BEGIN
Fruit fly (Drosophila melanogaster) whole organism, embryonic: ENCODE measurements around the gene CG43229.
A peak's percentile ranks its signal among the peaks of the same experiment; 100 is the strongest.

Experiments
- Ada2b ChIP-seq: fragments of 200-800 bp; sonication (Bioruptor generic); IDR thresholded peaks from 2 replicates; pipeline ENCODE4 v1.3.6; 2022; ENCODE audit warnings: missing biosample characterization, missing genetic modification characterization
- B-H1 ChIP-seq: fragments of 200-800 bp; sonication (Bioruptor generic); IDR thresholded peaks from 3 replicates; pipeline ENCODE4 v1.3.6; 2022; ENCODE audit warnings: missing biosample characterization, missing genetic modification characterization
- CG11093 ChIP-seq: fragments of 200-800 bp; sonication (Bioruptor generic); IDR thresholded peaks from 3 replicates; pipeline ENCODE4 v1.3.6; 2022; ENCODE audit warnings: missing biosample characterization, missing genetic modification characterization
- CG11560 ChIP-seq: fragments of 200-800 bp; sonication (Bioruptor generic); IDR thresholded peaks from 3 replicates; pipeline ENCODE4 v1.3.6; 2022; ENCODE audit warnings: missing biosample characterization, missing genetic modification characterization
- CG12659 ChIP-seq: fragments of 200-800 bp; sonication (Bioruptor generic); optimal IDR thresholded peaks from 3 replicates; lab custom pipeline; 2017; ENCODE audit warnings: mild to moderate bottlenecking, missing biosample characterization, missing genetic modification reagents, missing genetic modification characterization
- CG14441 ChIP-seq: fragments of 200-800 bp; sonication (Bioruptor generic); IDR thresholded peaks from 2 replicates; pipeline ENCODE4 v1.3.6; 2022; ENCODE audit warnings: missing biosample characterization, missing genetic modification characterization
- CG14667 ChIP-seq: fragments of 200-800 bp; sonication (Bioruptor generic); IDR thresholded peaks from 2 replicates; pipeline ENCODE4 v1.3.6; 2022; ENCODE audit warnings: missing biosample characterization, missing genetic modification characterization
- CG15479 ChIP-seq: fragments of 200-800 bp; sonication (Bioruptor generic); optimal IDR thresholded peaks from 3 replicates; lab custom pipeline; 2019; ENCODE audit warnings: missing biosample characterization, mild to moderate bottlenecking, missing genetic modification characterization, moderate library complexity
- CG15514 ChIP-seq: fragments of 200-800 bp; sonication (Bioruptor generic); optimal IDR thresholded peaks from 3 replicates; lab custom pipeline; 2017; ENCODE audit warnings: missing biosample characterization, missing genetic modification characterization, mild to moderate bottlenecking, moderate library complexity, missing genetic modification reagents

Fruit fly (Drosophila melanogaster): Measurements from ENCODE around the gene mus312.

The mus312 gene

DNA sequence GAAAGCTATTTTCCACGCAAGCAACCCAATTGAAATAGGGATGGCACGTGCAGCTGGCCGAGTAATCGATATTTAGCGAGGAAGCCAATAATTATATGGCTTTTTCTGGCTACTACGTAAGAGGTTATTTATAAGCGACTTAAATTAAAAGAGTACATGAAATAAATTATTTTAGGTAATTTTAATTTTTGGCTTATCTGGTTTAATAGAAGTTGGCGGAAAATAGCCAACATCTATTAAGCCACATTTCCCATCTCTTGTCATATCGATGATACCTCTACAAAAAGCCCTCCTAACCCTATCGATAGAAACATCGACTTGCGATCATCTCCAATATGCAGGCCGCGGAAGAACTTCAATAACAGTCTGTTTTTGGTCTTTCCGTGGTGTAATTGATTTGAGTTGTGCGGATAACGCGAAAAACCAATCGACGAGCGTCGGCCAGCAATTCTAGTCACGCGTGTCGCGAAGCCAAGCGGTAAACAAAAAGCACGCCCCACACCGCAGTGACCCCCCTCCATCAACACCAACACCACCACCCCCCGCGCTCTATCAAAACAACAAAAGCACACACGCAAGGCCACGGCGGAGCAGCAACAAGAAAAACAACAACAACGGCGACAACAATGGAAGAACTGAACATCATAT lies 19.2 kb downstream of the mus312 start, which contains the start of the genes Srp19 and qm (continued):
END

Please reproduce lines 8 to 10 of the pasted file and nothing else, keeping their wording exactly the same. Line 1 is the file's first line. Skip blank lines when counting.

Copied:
- CG12659 ChIP-seq: fragments of 200-800 bp; sonication (Bioruptor generic); optimal IDR thresholded peaks from 3 replicates; lab custom pipeline; 2017; ENCODE audit warnings: mild to moderate bottlenecking, missing biosample characterization, missing genetic modification reagents, missing genetic modification characterization
- CG14441 ChIP-seq: fragments of 200-800 bp; sonication (Bioruptor generic); IDR thresholded peaks from 2 replicates; pipeline ENCODE4 v1.3.6; 2022; ENCODE audit warnings: missing biosample characterization, missing genetic modification characterization
- CG14667 ChIP-seq: fragments of 200-800 bp; sonication (Bioruptor generic); IDR thresholded peaks from 2 replicates; pipeline ENCODE4 v1.3.6; 2022; ENCODE audit warnings: missing biosample characterization, missing genetic modification characterization